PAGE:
I was born in prosperity’s home, brought into the world by her hands, nursed by her tender bosom. She raised me as if I were her only child, teaching me to love only her and that which she thought worthy of her temporal interests. When I was still small she gave me the most peculiar pair of green contacts. She told me to wear them always. If ever I removed them, she assured me, I would risk gazing upon a sea of despair and likely cease to recognize her lovely face. It was a thought too painful to bear. At first they felt uncomfortable, but soon I got used to them. As the years passed I eventually forgot I was even wearing them.
Then one day I left home in search of a gift for her. I entered a small shop and was immediately surrounded by clear jars of fragrance. An old woman sat in the corner. She sang as she slowly rocked her fragile body back and forth. She sang a song I had never heard. The words were simple.
So many sorrows, so little time
I’ll touch your sorrow if you will touch mine
No more tomorrows, don’t waste your time
Give love today make your life divine
I stood and listened to her repeating the verse over and over. I was briefly mesmerized by her raspy acapella voice. Soon I regained my wits and returned my attention to the task at hand. I took one jar from the shelf and smelled the contents. There was nothing. Bewildered, I grabbed a second and a third jar. Nothing. I turned to the proprietor in frustration only to see her smiling in return.
“Well I would say so! You’ve got this place filled with odorless fragrances!”
The woman paused without losing her smile.
“You must be Prosperity’s son.”
“How do you know who I am? And why would I want to visit a shop that sells tiny jars of water?”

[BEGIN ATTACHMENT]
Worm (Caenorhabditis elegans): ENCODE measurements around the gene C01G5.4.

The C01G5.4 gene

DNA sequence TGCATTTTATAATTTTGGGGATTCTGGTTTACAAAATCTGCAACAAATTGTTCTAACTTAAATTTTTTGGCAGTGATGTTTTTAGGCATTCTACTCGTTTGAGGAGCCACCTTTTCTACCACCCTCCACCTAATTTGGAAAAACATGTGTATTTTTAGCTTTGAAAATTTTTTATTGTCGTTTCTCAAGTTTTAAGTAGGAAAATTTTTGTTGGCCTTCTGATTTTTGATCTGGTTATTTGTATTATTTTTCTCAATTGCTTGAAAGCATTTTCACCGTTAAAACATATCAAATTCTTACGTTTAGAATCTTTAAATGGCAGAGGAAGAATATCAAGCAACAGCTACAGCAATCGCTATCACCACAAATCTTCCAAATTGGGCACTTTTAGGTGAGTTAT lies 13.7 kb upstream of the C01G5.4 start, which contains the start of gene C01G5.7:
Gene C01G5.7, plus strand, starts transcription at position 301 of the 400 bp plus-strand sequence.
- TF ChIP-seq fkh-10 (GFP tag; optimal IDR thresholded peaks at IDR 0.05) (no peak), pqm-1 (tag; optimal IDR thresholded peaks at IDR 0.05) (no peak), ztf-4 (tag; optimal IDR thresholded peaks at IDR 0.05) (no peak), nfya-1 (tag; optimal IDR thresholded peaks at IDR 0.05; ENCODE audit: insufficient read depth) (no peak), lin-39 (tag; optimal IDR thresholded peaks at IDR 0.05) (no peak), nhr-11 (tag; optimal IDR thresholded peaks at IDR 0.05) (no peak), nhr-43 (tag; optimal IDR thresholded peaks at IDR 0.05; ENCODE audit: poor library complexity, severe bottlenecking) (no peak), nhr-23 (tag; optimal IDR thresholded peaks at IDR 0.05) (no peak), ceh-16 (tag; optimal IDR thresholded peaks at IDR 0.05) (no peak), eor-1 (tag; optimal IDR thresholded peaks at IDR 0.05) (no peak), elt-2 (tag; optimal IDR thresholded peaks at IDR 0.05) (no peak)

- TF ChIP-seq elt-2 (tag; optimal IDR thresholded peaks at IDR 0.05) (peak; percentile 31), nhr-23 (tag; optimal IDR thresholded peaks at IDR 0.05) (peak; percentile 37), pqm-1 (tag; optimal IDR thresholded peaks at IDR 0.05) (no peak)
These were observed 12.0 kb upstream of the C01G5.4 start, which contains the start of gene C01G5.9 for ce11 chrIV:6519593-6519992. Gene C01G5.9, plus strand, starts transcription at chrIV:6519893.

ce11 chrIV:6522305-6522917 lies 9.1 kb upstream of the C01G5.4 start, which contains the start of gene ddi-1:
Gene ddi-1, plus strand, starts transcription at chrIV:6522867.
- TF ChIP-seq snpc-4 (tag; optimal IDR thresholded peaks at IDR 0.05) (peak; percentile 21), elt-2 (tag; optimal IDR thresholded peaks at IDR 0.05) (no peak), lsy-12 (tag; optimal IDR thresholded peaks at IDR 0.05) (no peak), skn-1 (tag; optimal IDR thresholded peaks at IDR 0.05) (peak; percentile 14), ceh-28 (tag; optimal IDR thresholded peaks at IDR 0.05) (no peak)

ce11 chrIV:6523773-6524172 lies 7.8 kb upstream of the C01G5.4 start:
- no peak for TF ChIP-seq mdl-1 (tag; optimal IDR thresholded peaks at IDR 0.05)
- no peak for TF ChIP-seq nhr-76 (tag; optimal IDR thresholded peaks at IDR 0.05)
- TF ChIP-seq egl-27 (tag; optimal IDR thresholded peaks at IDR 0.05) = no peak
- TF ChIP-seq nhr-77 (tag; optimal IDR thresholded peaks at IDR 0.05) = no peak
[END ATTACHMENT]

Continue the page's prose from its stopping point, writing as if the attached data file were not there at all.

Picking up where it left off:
“I would have you know that everything in this shop is free, and I know who you are because of your poor sight.”
“I told you. My sight is fine. I can see you, I can see these jars, I can even see the water in the jars.”
“That’s not water. It’s tears.
“Tears? Where did they come from?”
“People of course.”
“What do you do with so many tears?”
“I give them away.”
“Give them away?”
“Yes, to people with the capacity to love. When somebody’s pain is too difficult to deal with on there own they come here and we cry together. I put the tears in a jar. Then they go home with someone else’s jar.”
“Why on earth would they leave with someone else’s tears?
“To pray for them. Every time they see that jar of tears they are moved to pray for the person who shed them.”
“Well they look like water to me. I do believe this is the most peculiar place I have ever come across?
“The jars have no meaning to you because your vision is blurred.”
“I told you. My vision is fine.”
“In spite of the contacts?”
“What contacts?” As soon as I gave the response the memory struck me like a bolt of lightning.
“I am wearing contacts! Green contacts! How did you know that?”
I felt confusion pressing in on me. Is this woman toying with me? How can she know these things?
“So if I remove the contacts will I somehow see these tears differently?”
“No. You will feel them differently.”
I carefully removed the contacts. My eyes were blurry for a second but soon they regained focus. The old woman widened her smile before she spoke.
“Here. Take a jar.”
When I took the jar, I was immediately overcome by emotions. The person who had shed these tears was in pain over the loss of a loved one. It was sorrow that I had never experienced. Tears came to my eyes even though I didn’t even know this person’s name. The old woman took my hand.
“Growing up in Prosperity’s house often makes us numb to the world. Things are going to look different to you for a while.”
I was shaking. I was at a loss for words.
“What do I do now?”
“Go and pray for he who shed those tears. When you’re ready, come back and we can make sure someone prays for you. Welcome to the land of the loving.”
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